Managing Stress.

Managing stress for OCR psychology, health and clinical. 

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Cognitive; Meichenbaum.

Processing and understanding a perceived stress and changing the thoughts. Rational emotive therapy is used for managing stress. The study by Meichenbaum looks at cognitive ways of managing stress. 

Aim; SIT 'vs' Systematic Desensitisation. (manage exam stress). 

Method; Field exp. Using self reports and grade averages. p's did not know which condition they would be put in (independent measures desgin - p's - 21 students aged 17-25). 

Procedure; Group 1 - SIT. X8 sessions and an insight into the approach. They were told 5 statements and relaxation techniques. Group 2 - Systematic desensitisation, X8 sessions and taught progress relaxation training. Imagine more anxiety. Group 3 - control group who were put on a 'waiting list'. 

Results; Performance on SIT was better on the tests. Conclusion; SIT was most effective and best way to manage stress as it contains the cognitive component in the therapy. 

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Behavioural; Budzynski.

Behaviourists teaching yourself a new behaviour (operant conditioning). Using biofeedback - biological process giving biological information to reinforce a behaviour meaning it is a visual response. Reducing stress headaches!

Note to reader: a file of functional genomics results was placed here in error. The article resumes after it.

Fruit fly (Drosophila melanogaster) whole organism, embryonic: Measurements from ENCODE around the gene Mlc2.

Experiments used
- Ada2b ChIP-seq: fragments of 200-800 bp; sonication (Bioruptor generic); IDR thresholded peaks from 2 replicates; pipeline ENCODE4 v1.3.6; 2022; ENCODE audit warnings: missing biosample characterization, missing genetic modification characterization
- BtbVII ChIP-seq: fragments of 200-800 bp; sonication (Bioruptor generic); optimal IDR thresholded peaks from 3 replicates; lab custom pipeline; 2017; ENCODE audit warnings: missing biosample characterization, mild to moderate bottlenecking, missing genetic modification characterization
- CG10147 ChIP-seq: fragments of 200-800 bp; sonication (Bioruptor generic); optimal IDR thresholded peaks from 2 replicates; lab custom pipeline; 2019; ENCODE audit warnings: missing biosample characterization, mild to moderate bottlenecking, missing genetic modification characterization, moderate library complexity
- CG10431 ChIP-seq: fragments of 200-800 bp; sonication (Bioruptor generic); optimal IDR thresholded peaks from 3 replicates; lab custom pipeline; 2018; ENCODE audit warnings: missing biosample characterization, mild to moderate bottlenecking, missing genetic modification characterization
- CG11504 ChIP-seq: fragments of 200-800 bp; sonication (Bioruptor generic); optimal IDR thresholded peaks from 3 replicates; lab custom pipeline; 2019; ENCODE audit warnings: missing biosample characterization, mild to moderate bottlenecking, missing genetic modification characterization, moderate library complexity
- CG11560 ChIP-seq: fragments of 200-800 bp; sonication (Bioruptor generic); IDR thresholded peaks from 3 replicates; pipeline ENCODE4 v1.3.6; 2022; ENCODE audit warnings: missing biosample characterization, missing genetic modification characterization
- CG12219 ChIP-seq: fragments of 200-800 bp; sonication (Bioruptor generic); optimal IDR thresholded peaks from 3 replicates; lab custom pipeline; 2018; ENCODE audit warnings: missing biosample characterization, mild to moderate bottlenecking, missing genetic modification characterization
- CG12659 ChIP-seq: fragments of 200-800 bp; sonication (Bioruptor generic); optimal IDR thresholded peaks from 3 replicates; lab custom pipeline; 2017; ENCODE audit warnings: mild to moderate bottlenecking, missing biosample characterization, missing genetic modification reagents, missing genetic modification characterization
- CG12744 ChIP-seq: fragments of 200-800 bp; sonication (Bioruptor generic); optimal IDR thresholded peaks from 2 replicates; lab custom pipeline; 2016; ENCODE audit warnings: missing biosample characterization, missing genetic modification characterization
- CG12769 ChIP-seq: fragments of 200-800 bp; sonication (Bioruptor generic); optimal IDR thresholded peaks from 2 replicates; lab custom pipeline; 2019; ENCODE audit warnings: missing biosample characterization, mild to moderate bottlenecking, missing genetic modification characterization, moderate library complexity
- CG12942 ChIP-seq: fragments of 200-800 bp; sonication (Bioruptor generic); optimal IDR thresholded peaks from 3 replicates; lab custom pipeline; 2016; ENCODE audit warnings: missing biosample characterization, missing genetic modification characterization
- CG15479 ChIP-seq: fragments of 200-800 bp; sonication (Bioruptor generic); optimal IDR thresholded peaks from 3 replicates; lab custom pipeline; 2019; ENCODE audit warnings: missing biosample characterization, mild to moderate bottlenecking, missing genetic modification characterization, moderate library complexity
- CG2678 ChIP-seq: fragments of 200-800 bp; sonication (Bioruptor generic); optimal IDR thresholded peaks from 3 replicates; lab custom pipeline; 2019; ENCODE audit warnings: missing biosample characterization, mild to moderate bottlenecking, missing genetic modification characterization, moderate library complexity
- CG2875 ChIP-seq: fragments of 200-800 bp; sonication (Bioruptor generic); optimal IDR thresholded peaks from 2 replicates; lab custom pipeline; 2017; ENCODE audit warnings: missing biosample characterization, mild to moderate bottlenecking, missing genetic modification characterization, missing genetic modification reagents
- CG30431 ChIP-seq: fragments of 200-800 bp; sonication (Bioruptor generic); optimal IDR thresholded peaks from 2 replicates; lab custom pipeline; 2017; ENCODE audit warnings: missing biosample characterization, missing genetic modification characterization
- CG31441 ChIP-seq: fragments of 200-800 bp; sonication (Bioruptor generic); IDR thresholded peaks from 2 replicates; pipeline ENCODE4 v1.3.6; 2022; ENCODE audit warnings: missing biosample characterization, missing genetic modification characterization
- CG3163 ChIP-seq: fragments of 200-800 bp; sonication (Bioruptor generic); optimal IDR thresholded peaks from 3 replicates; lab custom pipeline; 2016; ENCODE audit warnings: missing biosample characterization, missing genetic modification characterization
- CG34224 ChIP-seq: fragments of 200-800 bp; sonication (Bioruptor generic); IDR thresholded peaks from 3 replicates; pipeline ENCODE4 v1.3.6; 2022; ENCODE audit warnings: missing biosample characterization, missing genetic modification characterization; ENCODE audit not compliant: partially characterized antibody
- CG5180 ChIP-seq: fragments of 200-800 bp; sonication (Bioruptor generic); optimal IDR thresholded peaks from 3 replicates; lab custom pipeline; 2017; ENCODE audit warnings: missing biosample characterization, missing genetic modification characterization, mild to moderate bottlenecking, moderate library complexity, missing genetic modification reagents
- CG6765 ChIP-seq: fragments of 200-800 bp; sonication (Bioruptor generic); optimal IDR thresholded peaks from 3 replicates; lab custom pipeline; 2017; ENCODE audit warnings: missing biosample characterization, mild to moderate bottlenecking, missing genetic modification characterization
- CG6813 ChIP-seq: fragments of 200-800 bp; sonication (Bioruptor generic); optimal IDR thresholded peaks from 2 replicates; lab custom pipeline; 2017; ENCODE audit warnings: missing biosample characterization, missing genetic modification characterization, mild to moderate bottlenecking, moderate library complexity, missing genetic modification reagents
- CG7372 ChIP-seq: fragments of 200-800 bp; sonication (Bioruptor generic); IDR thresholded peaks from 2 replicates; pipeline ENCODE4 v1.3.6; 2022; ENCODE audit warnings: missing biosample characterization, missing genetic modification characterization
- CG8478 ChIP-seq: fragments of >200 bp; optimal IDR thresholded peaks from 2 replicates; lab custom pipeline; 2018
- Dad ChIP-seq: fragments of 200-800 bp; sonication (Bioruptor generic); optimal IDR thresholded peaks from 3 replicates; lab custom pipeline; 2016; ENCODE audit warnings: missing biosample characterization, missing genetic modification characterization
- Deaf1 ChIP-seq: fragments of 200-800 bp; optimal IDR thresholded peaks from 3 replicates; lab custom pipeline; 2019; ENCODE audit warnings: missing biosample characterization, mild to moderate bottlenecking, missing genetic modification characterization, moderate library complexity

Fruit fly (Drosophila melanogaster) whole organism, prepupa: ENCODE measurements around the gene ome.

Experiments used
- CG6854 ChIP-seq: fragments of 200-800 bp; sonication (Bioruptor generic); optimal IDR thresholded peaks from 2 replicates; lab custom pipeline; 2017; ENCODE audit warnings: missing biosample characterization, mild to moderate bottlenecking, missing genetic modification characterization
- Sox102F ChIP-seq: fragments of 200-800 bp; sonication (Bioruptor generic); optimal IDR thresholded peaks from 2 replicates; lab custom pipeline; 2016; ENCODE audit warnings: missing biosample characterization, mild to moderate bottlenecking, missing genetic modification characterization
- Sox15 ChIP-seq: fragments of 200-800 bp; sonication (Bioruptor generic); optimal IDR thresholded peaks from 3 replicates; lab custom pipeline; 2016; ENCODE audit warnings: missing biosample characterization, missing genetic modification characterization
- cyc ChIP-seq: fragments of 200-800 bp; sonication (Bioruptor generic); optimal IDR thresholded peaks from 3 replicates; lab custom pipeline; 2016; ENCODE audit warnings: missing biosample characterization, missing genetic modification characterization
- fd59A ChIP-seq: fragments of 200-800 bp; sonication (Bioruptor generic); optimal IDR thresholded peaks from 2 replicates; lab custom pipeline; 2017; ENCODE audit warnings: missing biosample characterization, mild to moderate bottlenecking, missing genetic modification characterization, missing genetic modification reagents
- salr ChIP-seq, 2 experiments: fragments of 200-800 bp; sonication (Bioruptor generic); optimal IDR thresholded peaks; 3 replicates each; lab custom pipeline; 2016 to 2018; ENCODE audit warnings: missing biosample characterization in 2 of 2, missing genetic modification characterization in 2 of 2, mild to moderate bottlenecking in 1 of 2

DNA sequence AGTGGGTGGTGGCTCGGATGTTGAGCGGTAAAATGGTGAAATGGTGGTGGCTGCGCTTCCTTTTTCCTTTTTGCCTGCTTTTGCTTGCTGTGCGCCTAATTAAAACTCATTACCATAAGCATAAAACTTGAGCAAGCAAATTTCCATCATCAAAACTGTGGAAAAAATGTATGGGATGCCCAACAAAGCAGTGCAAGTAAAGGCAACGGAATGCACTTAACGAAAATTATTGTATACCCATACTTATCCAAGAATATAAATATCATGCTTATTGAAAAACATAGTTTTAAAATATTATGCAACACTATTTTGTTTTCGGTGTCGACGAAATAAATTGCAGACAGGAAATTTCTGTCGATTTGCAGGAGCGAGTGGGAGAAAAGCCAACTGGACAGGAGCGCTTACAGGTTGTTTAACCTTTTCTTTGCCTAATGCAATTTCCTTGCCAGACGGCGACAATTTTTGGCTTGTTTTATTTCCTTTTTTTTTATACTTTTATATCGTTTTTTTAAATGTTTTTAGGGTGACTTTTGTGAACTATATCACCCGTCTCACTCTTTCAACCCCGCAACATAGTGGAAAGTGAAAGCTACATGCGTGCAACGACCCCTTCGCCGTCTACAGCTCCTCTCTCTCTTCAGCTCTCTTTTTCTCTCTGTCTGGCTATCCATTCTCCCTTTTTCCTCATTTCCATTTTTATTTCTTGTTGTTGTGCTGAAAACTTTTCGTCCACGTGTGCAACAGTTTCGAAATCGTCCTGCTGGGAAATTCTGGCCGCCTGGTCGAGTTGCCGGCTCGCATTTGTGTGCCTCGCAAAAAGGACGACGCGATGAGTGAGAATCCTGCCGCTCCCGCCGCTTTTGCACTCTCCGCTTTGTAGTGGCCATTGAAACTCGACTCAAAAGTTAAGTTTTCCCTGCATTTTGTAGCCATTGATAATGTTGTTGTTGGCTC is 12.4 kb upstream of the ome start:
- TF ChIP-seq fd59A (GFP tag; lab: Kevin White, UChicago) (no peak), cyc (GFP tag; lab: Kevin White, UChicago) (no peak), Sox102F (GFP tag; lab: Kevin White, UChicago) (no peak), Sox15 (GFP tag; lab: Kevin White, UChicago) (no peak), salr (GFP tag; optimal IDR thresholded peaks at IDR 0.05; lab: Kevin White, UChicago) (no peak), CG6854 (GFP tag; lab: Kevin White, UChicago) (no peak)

Aim; To see if biofeedback is effective as a method of reducing tension headaches. 

Method; Experiment. Trained in a lab. data collection through EMG machine. (p's - 18 aged 22-44) X3 conditions. Independent measures design. 

Procedure; Group 1 - biofeedback, training, Emg feedback. X16 sessions told the clicks reflected muscle tension. Group 2 - Pseudo-feedback, actually someone else's session. controlled noise. X16 sessions, told to listen to the varying clicks. Louder more tension etc. Group 3 - Control group put on a 'waiting list'. 

Results; Group 1 - lowest tension. headaches dropped and usage of drugs also dropped. 

Conclusion; Effective method of training patients to relax and reduce tension headaches. good way of managing stress. 

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Social; Waxler-Morrison et al.

Social, having positive support to reduce stress and changing with people. The study by Waxler-Morrison et al looks at how social relationships can help womens response to breast cancer and stress levels. 

Aim; To see how a womans social relationships influence her response to breast cancer and survival. 

Method; Quasi exp. Questionnaires and interviews. Women naturally fitted into categories based on existing social support networks, (p's - 133 women). 

Procedure; Self report on demography and existing social networks were used. This incluede marital status, friends/family, and relationships. 

Results; There were 6 aspects which were linked to 'survival'. Marital status, support from friends, contact with friends, total support, social networks, employment. Qualitative data found that childcare etc helped with support and therefore reduced stress levels. 

Conclusion; Social support and networks helped to reduce stress therefore survival rates were higher. Stress therefore reduced. 

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